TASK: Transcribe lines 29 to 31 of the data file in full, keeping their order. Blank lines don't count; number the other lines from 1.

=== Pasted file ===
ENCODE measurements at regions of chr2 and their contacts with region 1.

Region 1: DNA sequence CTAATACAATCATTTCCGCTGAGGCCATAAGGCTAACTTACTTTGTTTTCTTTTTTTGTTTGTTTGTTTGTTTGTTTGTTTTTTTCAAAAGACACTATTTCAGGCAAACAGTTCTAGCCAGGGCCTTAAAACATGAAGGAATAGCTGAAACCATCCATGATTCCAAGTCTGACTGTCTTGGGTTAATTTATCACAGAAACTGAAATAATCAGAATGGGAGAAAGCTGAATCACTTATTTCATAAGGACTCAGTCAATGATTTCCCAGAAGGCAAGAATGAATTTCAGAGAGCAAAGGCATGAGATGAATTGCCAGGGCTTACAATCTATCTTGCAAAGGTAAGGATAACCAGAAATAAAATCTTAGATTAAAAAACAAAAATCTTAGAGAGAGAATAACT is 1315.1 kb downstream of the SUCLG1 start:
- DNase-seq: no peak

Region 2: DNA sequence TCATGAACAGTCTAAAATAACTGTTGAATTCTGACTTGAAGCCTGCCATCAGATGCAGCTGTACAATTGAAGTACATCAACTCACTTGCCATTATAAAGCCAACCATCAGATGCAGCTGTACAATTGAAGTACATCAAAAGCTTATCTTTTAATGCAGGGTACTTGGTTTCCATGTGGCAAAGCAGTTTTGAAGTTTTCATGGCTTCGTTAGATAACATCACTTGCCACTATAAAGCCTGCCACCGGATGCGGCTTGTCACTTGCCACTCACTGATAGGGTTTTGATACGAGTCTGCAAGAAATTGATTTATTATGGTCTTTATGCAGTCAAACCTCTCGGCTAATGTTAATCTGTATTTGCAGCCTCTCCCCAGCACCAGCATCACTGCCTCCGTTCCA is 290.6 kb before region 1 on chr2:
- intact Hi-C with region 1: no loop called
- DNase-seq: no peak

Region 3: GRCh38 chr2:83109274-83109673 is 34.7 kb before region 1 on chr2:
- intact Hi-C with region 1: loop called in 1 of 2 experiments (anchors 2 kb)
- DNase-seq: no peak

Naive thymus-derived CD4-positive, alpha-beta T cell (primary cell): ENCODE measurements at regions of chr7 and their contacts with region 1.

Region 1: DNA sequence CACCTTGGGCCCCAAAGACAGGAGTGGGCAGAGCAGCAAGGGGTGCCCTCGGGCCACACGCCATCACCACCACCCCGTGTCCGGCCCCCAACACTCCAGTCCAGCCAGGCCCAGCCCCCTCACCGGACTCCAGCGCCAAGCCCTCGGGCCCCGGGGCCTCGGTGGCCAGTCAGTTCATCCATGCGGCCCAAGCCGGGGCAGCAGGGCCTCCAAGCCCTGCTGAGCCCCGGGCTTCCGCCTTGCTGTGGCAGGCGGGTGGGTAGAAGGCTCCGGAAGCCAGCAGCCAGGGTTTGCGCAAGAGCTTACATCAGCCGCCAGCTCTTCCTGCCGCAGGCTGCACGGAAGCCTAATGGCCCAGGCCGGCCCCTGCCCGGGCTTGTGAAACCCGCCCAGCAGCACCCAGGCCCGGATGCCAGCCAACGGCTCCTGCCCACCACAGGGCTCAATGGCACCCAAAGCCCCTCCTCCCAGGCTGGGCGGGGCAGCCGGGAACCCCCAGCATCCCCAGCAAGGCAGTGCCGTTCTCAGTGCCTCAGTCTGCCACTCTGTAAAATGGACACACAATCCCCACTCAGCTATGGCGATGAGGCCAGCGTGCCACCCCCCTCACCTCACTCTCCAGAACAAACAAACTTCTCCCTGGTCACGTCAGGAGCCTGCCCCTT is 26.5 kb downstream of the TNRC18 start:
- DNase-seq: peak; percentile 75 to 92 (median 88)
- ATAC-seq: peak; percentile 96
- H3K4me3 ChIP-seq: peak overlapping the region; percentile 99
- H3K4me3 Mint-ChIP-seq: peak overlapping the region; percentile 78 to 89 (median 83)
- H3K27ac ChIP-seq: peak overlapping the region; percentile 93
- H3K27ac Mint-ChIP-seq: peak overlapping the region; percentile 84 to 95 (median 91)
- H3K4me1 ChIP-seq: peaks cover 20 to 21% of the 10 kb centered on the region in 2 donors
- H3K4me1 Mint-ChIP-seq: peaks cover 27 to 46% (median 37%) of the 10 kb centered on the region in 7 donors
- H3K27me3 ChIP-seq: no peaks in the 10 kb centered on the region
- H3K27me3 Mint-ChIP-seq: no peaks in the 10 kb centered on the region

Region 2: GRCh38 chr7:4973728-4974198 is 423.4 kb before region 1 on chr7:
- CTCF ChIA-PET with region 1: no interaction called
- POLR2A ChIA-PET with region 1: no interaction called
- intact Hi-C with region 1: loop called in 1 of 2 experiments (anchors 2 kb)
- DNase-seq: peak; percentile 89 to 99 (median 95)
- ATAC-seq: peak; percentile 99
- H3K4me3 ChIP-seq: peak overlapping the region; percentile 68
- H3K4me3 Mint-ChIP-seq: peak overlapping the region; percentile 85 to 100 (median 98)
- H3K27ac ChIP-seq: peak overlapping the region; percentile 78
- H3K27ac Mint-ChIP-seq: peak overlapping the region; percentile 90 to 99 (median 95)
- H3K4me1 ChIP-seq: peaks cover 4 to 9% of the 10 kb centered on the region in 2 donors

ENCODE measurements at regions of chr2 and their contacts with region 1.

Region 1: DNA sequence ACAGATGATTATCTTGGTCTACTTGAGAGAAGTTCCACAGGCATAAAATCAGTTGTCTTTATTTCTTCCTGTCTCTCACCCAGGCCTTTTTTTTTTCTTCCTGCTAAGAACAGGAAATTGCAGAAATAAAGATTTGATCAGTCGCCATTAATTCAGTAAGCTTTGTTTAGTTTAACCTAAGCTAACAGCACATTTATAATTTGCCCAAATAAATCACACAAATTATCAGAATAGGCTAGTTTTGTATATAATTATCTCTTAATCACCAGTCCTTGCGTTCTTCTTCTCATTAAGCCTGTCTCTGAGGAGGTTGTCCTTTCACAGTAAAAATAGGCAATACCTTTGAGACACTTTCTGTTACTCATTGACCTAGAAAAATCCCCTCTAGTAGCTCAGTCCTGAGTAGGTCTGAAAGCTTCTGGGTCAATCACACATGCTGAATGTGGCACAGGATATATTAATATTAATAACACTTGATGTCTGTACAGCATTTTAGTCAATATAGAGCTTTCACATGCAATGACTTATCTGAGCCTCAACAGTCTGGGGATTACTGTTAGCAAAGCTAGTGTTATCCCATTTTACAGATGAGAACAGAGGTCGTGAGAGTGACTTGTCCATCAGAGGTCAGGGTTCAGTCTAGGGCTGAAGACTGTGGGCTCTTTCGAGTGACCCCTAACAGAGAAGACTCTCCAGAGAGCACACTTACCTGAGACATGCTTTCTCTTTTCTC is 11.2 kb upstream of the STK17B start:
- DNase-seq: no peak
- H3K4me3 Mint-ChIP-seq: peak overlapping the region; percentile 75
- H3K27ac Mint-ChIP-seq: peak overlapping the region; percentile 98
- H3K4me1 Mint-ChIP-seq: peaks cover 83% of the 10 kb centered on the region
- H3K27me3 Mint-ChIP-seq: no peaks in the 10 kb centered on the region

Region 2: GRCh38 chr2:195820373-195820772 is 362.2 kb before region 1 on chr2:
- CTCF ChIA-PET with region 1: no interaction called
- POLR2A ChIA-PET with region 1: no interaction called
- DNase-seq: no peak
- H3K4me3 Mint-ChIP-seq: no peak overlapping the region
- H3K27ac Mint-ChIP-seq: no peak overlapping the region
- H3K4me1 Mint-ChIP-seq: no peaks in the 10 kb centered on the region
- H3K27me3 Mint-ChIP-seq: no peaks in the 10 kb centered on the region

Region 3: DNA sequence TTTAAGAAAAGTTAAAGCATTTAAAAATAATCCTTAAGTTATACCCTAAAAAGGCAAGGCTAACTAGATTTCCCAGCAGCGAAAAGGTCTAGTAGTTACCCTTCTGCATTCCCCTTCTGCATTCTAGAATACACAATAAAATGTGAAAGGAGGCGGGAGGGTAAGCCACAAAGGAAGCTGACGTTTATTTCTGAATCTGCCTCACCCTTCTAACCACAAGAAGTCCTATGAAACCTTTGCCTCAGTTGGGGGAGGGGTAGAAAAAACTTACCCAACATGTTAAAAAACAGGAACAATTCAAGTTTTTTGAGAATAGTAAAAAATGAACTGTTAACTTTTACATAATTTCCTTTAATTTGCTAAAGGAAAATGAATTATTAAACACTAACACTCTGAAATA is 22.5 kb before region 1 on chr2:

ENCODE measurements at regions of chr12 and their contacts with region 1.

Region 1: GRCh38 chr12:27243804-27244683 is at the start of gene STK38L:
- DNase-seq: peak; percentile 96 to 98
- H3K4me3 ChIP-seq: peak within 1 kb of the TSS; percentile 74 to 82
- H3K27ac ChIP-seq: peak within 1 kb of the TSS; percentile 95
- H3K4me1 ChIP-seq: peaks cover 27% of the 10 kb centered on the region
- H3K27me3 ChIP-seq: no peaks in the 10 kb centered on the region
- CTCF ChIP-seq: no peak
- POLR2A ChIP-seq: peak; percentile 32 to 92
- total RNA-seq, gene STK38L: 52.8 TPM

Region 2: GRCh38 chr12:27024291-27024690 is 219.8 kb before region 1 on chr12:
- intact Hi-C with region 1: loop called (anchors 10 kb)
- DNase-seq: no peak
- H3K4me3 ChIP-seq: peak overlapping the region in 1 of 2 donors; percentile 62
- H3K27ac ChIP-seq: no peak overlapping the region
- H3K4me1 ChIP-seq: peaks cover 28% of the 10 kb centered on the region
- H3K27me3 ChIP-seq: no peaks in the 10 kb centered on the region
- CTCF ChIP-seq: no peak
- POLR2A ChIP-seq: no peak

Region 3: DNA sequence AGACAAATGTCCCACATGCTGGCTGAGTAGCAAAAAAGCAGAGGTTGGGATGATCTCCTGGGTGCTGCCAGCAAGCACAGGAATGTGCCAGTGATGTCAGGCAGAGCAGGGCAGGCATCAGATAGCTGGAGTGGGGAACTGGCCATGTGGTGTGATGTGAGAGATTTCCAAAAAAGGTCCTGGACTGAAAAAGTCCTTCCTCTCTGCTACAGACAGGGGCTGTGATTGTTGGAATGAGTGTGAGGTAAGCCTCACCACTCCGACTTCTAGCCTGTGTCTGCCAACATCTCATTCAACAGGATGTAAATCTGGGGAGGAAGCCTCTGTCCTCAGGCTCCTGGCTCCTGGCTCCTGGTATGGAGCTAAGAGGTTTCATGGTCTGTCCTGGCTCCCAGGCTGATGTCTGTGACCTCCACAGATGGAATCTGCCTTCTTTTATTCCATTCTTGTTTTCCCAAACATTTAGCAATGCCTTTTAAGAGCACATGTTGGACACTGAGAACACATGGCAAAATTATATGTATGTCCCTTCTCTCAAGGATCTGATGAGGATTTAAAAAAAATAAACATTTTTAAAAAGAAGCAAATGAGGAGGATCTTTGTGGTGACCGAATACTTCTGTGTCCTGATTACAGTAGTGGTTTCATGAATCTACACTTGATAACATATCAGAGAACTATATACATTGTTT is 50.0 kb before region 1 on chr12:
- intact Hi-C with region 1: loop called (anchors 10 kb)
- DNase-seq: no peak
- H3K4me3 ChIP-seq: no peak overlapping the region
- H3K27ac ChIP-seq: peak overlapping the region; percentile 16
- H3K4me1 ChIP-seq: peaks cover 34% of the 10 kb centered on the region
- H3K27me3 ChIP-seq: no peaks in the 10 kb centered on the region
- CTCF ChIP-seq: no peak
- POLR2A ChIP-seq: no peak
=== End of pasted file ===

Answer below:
- H3K4me3 Mint-ChIP-seq: peak overlapping the region; percentile 85 to 100 (median 98)
- H3K27ac ChIP-seq: peak overlapping the region; percentile 78
- H3K27ac Mint-ChIP-seq: peak overlapping the region; percentile 90 to 99 (median 95)